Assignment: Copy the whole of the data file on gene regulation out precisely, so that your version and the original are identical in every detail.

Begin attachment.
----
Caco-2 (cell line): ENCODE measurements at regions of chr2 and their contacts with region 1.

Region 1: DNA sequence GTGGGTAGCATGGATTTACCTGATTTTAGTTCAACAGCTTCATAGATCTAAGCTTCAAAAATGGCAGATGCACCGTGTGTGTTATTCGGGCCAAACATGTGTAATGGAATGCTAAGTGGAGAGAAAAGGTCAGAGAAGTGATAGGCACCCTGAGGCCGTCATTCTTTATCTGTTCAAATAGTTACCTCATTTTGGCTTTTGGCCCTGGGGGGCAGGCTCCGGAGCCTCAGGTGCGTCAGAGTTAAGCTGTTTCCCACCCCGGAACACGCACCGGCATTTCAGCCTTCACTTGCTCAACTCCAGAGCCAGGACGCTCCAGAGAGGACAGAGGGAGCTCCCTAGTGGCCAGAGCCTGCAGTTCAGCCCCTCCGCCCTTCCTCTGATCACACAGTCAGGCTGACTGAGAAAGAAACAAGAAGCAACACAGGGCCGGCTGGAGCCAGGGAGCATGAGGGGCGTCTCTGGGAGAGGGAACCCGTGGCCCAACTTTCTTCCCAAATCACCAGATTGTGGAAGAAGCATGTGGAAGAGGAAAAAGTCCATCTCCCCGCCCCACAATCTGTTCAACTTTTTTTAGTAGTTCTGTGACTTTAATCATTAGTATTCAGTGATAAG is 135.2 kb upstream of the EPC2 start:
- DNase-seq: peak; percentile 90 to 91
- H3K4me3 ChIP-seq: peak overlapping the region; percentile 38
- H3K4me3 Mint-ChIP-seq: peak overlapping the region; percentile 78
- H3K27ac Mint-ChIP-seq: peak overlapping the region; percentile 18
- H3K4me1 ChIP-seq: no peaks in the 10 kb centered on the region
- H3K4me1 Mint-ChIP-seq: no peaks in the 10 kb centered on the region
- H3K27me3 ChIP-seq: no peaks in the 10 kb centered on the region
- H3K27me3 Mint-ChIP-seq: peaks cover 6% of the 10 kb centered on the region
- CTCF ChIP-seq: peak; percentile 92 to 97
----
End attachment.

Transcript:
Caco-2 (cell line): ENCODE measurements at regions of chr2 and their contacts with region 1.

Region 1: DNA sequence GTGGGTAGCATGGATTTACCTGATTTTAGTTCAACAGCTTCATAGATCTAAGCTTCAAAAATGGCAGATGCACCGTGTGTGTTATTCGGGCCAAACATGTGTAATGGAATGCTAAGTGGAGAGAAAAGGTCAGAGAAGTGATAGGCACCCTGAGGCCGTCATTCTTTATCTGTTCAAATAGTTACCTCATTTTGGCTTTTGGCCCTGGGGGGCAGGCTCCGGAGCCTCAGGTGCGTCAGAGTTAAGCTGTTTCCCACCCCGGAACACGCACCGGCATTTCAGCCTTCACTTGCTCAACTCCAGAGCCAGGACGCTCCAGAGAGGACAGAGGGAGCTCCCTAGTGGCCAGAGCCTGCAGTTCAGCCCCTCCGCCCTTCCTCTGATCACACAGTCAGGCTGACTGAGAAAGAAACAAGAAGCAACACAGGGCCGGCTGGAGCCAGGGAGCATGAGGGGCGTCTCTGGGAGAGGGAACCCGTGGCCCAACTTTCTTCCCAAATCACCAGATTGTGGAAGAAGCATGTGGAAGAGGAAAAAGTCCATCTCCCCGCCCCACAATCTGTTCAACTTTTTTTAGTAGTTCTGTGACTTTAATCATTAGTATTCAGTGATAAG is 135.2 kb upstream of the EPC2 start:
- DNase-seq: peak; percentile 90 to 91
- H3K4me3 ChIP-seq: peak overlapping the region; percentile 38
- H3K4me3 Mint-ChIP-seq: peak overlapping the region; percentile 78
- H3K27ac Mint-ChIP-seq: peak overlapping the region; percentile 18
- H3K4me1 ChIP-seq: no peaks in the 10 kb centered on the region
- H3K4me1 Mint-ChIP-seq: no peaks in the 10 kb centered on the region
- H3K27me3 ChIP-seq: no peaks in the 10 kb centered on the region
- H3K27me3 Mint-ChIP-seq: peaks cover 6% of the 10 kb centered on the region
- CTCF ChIP-seq: peak; percentile 92 to 97